Russia's president joins pilgrimage
Diveyevo, Russia -- President Vladimir Putin visited the closed city of Sarov, paying homage to one of Russian Orthodoxy's most revered saints, Seraphim.
Orthodox Patriarch Alexy II met Putin inside the newly restored Cathedral of St. Seraphim of Sarov.
The majestic building is tucked inside the barbed-wire-enclosed city of about 80,000 that was home to Soviet nuclear facilities. The city is still closed both to foreigners and to Russians without special permission so most of the pilgrims gathered in Diveyevo, a picturesque village nearby.
"Russia has known many bright feats in the service of God, the people and the fatherland, but Seraphim of Sarov, his life and studies are one of the brightest," Putin told thousands of pilgrims.
Lutherans defend pork roast after complaint
Cedarburg, Wis. -- Trinity Lutheran Church is defending a pork roast at its 160th anniversary festival after complaints from People for the Ethical Treatment of Animals, the militant animal rights and vegetarian lobby.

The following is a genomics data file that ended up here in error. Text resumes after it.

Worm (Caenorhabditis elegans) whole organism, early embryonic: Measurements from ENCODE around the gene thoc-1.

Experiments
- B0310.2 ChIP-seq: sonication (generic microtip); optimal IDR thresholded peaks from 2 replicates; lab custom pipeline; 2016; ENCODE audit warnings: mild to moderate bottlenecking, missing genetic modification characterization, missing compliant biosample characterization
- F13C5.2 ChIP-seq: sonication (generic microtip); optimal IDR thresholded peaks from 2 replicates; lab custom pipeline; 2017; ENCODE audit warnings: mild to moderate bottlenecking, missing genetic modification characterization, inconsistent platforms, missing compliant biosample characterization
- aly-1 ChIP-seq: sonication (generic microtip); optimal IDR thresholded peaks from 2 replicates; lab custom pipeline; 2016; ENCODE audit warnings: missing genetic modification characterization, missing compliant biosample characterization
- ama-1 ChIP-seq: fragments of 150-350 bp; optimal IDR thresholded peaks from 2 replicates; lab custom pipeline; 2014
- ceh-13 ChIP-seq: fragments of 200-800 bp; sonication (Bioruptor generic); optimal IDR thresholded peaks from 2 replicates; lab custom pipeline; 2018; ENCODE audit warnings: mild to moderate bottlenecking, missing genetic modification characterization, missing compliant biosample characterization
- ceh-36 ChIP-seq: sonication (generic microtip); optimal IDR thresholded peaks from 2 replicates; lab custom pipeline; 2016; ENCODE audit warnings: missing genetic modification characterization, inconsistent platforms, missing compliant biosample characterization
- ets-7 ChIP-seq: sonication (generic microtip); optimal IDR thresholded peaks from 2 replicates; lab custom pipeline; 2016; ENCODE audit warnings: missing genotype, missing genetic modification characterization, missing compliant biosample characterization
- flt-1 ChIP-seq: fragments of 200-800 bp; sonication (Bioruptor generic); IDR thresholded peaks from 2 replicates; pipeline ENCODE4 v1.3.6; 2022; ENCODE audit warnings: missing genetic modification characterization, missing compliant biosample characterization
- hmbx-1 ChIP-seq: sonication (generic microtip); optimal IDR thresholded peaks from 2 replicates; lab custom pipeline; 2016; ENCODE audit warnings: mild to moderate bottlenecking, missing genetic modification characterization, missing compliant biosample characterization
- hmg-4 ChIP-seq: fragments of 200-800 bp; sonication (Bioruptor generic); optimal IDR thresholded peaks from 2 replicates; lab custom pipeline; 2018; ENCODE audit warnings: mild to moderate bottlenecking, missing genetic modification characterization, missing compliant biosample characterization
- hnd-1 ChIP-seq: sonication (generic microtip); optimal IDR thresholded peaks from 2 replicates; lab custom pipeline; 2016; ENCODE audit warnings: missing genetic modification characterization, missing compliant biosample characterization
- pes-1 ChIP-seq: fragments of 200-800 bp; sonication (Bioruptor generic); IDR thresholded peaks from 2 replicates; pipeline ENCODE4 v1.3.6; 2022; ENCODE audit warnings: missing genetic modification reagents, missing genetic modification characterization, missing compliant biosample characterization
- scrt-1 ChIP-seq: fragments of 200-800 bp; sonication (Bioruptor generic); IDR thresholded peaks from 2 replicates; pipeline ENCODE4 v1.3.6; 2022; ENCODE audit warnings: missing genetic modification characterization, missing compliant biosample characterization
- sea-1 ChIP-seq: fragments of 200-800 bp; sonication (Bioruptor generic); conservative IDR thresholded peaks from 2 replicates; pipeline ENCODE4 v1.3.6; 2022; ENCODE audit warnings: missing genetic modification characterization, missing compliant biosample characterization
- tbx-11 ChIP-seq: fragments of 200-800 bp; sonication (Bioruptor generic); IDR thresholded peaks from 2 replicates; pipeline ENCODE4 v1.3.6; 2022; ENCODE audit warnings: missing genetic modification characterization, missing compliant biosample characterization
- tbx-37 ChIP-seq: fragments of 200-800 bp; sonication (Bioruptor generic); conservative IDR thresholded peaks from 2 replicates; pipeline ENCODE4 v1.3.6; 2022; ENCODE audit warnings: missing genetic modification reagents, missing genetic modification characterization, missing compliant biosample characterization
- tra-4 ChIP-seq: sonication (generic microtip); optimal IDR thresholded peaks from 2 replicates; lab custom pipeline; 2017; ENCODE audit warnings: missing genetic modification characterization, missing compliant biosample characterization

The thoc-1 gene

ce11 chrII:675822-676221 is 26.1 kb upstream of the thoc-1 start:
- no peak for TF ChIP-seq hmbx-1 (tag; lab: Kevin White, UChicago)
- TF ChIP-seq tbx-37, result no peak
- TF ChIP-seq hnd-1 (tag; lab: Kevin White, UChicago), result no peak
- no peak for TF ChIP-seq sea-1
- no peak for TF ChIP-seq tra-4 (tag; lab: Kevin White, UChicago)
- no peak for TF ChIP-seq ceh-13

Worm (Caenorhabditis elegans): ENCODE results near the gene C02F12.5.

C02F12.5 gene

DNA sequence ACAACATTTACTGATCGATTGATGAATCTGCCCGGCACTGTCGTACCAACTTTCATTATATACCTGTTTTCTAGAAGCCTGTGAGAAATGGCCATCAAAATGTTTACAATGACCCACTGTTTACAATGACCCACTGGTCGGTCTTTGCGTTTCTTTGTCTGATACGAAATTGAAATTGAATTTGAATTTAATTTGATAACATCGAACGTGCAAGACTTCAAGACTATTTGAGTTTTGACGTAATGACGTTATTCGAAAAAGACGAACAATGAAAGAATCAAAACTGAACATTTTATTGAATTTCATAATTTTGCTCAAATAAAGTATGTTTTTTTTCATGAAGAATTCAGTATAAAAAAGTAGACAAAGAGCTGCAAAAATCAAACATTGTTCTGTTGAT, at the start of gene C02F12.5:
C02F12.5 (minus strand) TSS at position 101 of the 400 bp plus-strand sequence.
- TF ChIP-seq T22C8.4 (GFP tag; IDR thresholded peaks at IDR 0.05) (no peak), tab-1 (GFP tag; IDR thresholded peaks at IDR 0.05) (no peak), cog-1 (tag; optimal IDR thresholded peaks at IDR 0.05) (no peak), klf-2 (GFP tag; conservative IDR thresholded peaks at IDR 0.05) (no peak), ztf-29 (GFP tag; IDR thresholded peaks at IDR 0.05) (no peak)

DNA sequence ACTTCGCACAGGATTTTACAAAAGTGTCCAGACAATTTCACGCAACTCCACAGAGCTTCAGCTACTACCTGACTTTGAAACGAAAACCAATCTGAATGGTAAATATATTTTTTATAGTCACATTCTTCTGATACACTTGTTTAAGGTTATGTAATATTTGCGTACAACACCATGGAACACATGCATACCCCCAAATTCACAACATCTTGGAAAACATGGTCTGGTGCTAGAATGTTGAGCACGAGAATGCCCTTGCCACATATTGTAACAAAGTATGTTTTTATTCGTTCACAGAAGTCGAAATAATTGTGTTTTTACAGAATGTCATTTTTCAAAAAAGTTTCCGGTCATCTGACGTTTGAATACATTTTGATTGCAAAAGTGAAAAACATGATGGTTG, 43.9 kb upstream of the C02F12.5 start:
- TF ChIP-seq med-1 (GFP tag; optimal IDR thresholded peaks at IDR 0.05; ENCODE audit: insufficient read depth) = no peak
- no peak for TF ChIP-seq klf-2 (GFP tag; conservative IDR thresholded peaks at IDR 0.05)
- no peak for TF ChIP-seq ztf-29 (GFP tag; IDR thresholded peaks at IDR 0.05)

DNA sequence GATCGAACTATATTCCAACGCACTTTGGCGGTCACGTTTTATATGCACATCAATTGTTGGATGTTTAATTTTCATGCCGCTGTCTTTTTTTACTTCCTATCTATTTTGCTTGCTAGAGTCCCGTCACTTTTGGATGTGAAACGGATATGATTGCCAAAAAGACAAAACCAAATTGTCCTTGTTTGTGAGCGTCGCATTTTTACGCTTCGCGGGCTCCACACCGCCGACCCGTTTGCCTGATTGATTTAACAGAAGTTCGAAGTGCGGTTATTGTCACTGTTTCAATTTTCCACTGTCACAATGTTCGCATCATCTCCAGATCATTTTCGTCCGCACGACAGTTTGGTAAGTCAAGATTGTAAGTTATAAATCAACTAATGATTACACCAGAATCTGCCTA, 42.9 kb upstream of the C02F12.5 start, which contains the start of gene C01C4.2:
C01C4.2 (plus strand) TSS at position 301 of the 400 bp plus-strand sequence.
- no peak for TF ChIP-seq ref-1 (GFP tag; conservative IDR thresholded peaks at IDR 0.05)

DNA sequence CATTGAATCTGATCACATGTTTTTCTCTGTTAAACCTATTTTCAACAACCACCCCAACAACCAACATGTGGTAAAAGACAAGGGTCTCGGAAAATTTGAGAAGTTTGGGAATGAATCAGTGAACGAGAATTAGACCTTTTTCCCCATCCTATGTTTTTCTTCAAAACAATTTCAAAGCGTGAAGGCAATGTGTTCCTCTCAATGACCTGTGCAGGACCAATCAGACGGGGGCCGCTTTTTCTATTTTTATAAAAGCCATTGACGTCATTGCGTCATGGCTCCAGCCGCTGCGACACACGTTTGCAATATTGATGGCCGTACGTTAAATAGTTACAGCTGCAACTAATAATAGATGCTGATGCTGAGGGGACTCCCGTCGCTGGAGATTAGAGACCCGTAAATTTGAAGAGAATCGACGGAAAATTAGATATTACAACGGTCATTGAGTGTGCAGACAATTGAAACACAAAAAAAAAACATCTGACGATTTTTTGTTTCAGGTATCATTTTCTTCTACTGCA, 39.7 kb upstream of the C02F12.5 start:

The animal rights group proposed holding what it called a cruelty-free cookout, arguing that factory farms mistreat God's creatures. It offered to provide free vegetarian chili and veggie dogs if the church canceled the barbecue scheduled for Aug. 17.
Pastor Chuck Turbin said vegetarian alternatives will be provided but there's nothing wrong with roasting pork or chicken because "Scripture clearly gives us permission to eat the animals."
Assemblies of God loosens marriage policy
Washington -- The Assemblies of God, a Pentecostal denomination with 2.6 million followers, loosened policy on conducting second marriages for divorced members at its biennial General Council.
Prior policy said "we disapprove of" conducting a marriage for a divorced person while the former spouse is alive, except in cases involving fornication, adultery, or being divorced by an unbeliever.
The new wording says "we discourage" such marriages and eliminates a provision that any minister conducting a ceremony against those rules "may be dismissed."
The resolution said the former language "creates an increasing hardship on the local pastor" and forces decisions in "very difficult and untenable situations." It added that such a "difficult decision should be left in the hands of the local pastor," who knows the couple and "is better equipped to decide whether or not he or she should perform the ceremony without threat."
Delegates postponed until 2005 a separate decision on policy toward clergy candidates who were divorced prior to Christian conversion.